Askwith Debates – Pass/Fail: How Test-Based Accountability Stacks Up

source: HarvardEducation     2016年12月5日
**Note the 6 p.m. start time.**
• Mitchell Chester, Ed.M.'88, Ed.D.'91, Commissioner, Massachusetts Department of Elementary and Secondary Education
• Rebecca Holcombe, Ed.M.'90, Ed.D.'16, Secretary of Education, Vermont
• Thomas Kane, Walter H. Gale Professor of Education and Economics, HGSE
• Daniel Koretz, Henry Lee Shattuck Professor of Education, HGSE
Moderator: Andrew Ho, Professor of Education, HGSE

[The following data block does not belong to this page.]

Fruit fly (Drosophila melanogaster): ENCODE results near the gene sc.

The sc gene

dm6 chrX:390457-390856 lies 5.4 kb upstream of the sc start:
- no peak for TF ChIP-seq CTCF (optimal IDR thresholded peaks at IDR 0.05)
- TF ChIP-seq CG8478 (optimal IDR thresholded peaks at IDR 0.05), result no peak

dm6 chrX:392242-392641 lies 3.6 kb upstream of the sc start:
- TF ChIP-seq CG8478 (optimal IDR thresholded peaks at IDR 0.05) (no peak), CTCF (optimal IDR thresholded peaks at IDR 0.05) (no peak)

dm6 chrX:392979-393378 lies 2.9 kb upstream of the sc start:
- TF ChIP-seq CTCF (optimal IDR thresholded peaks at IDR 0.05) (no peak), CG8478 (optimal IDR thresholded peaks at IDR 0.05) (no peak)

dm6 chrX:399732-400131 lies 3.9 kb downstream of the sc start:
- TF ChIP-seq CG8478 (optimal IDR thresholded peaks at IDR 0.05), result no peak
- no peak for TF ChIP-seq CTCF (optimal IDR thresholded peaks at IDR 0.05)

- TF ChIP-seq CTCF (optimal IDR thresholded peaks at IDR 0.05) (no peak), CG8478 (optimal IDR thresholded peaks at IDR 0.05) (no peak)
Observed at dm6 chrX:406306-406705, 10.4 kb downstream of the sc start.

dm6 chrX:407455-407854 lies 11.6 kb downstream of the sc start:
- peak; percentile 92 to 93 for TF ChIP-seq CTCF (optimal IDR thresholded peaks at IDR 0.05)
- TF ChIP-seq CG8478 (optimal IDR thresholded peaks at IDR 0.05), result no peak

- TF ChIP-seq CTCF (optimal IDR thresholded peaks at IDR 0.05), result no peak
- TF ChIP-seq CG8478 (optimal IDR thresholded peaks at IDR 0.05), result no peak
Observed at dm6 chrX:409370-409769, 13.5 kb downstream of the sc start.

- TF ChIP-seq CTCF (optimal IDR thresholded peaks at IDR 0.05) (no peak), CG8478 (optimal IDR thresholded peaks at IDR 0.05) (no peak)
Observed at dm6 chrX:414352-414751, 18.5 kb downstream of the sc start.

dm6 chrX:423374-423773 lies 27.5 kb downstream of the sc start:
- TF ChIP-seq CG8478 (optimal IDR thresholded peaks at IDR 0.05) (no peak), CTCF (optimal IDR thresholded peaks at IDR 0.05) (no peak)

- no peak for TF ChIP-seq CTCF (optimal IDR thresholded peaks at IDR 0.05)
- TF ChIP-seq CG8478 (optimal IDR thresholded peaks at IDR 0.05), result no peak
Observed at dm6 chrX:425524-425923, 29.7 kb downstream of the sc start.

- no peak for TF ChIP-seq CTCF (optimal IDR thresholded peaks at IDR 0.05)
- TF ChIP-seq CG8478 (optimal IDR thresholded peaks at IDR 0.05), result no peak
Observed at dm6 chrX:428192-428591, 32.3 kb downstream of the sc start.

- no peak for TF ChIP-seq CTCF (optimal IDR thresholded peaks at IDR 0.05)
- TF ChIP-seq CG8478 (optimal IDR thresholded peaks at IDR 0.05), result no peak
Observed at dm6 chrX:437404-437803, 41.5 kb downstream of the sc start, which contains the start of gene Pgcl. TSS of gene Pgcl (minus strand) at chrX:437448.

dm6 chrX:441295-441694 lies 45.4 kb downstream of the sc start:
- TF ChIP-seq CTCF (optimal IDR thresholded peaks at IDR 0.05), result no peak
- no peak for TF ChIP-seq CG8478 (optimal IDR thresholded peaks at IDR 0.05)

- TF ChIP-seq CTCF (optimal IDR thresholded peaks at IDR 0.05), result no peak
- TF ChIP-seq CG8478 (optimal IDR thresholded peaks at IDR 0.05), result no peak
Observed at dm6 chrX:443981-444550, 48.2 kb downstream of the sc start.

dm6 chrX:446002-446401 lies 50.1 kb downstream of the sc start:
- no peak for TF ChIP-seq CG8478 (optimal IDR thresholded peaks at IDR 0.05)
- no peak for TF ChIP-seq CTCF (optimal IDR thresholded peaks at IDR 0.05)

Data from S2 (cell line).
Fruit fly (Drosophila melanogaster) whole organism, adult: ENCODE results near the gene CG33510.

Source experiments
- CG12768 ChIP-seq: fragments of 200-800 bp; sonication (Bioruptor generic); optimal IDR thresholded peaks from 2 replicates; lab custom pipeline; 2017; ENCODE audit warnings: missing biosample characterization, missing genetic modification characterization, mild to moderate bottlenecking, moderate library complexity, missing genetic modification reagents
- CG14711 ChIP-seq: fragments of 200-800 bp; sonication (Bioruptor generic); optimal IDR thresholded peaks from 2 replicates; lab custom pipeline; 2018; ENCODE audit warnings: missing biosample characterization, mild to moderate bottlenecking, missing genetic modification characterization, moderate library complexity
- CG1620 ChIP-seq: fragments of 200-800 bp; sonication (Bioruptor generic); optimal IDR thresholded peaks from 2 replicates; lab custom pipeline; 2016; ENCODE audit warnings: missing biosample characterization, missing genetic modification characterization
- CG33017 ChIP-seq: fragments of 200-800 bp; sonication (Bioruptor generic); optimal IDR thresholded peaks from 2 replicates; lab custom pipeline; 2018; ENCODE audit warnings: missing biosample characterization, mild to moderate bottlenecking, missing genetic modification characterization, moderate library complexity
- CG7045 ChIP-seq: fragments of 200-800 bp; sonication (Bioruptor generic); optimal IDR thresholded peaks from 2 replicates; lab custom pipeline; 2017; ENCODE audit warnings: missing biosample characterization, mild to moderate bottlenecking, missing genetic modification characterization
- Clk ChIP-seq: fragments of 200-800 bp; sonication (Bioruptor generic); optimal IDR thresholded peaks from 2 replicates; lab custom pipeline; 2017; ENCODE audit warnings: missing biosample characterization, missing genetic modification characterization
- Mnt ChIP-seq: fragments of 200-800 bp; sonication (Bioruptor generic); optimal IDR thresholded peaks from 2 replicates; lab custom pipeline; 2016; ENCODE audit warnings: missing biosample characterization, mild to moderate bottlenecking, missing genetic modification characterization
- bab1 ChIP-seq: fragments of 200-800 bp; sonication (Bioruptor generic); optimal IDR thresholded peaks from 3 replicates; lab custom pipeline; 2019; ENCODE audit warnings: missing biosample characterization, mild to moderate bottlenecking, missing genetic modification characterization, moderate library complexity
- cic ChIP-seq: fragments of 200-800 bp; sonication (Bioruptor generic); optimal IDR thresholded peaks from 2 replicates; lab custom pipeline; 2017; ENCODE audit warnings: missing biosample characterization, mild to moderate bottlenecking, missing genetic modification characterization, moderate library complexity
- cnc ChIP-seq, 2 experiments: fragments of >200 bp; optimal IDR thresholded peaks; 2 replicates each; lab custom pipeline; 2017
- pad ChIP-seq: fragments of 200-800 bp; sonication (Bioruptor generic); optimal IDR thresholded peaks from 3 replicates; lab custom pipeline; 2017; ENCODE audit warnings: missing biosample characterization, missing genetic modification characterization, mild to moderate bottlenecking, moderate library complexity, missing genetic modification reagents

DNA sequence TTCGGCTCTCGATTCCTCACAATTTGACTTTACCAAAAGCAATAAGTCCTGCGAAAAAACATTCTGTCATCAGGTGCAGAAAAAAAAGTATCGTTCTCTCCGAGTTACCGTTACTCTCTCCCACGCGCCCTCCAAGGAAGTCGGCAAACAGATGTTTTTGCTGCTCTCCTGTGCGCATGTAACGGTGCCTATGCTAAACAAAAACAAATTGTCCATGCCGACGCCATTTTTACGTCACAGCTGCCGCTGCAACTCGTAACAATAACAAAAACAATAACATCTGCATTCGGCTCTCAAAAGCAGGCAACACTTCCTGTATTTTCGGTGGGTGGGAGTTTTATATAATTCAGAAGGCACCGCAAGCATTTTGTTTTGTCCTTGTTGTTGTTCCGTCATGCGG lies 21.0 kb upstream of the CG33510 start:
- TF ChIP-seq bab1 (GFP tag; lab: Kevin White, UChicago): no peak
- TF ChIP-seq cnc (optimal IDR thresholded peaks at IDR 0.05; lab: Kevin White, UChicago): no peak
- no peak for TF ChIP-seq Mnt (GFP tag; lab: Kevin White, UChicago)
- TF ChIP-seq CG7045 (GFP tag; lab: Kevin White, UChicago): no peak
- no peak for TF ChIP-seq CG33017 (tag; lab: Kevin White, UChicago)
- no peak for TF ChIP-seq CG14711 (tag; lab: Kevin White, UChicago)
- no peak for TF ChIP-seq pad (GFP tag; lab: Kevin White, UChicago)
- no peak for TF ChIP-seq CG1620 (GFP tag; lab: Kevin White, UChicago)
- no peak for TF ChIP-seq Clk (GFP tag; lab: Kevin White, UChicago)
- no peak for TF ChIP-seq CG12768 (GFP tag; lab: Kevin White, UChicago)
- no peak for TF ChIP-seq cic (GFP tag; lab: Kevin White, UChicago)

Test-based accountability has been a cornerstone of education policy in the United States for decades, and testing now has a tremendous influence on daily life in schools. With the replacement of No Child Left Behind with the Every Student Succeeds Act (ESSA), states have more leeway than previously to change the ways in which they use testing. This shift provides an ideal time to take stock of the effects of high-stakes testing and to rethink how testing is used. Proponents and skeptics will debate the pros and cons of high-stakes testing. How much has student learning really improved? Can we trust the increases in scores that states and districts and individual schools often report? What have been the effects of high-stakes testing, both good and bad, on the practices of educators? What impact does test-based accountability have on children, families, and teachers?